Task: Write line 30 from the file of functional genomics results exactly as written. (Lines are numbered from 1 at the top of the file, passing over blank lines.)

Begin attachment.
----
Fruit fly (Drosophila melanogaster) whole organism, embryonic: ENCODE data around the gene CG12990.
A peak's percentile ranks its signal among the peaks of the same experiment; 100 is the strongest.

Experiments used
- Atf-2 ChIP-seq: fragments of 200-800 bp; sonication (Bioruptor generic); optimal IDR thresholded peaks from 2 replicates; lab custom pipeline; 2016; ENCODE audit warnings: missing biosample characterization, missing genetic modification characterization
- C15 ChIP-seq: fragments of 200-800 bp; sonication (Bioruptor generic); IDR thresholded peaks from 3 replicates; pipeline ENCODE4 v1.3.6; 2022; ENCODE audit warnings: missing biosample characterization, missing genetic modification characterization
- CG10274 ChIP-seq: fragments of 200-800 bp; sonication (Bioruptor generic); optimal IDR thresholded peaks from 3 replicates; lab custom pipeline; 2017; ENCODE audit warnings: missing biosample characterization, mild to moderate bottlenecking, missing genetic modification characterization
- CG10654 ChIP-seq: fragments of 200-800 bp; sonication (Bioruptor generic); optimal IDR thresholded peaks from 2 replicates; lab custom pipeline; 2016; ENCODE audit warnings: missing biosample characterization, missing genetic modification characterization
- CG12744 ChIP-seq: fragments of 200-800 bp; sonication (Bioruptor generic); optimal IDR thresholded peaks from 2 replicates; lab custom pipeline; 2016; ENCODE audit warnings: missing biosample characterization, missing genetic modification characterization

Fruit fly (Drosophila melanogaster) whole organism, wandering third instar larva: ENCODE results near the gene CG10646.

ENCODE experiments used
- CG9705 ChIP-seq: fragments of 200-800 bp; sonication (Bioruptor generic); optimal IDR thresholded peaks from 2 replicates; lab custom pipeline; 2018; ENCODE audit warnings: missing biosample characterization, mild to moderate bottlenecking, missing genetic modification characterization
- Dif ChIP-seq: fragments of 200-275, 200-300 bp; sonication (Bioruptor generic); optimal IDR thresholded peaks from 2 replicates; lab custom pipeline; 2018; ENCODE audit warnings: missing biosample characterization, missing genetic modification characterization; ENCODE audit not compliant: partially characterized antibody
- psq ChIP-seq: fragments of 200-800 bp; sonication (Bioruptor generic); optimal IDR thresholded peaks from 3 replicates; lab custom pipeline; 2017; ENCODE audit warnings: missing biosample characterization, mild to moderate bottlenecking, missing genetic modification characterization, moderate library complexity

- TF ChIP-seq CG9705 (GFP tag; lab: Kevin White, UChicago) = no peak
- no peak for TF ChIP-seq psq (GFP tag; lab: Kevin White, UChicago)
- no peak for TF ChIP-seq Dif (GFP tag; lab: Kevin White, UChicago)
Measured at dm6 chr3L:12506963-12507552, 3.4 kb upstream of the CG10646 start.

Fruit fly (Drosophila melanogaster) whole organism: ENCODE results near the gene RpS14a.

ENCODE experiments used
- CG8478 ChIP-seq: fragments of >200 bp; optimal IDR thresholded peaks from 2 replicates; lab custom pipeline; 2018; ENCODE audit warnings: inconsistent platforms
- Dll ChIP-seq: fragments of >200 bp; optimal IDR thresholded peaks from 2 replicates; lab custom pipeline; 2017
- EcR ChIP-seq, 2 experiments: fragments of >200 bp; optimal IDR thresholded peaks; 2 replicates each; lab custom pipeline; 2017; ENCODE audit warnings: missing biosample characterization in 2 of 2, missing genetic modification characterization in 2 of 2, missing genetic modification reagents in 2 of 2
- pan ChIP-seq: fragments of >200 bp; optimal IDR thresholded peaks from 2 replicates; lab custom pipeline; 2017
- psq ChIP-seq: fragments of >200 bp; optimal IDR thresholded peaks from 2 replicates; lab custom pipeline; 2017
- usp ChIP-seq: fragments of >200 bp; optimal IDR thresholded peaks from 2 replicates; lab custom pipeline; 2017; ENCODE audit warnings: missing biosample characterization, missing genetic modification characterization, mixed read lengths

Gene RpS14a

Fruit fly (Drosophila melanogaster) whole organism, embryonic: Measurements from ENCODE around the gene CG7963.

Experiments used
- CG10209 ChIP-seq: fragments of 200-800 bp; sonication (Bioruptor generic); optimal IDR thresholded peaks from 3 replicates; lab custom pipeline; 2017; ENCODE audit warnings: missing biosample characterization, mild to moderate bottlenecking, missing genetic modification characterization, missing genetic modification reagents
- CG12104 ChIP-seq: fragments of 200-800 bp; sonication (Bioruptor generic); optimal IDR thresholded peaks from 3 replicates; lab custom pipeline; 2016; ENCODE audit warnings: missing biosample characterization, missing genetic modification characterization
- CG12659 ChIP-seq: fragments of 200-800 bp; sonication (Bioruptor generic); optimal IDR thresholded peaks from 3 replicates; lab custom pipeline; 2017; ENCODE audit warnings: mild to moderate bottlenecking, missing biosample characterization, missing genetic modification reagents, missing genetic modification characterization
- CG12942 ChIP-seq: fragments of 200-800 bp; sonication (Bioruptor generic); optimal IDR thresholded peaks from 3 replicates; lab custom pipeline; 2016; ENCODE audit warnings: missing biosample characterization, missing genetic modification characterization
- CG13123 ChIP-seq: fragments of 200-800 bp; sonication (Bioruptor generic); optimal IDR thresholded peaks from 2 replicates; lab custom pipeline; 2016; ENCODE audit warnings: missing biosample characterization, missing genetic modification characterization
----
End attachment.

- CG12104 ChIP-seq: fragments of 200-800 bp; sonication (Bioruptor generic); optimal IDR thresholded peaks from 3 replicates; lab custom pipeline; 2016; ENCODE audit warnings: missing biosample characterization, missing genetic modification characterization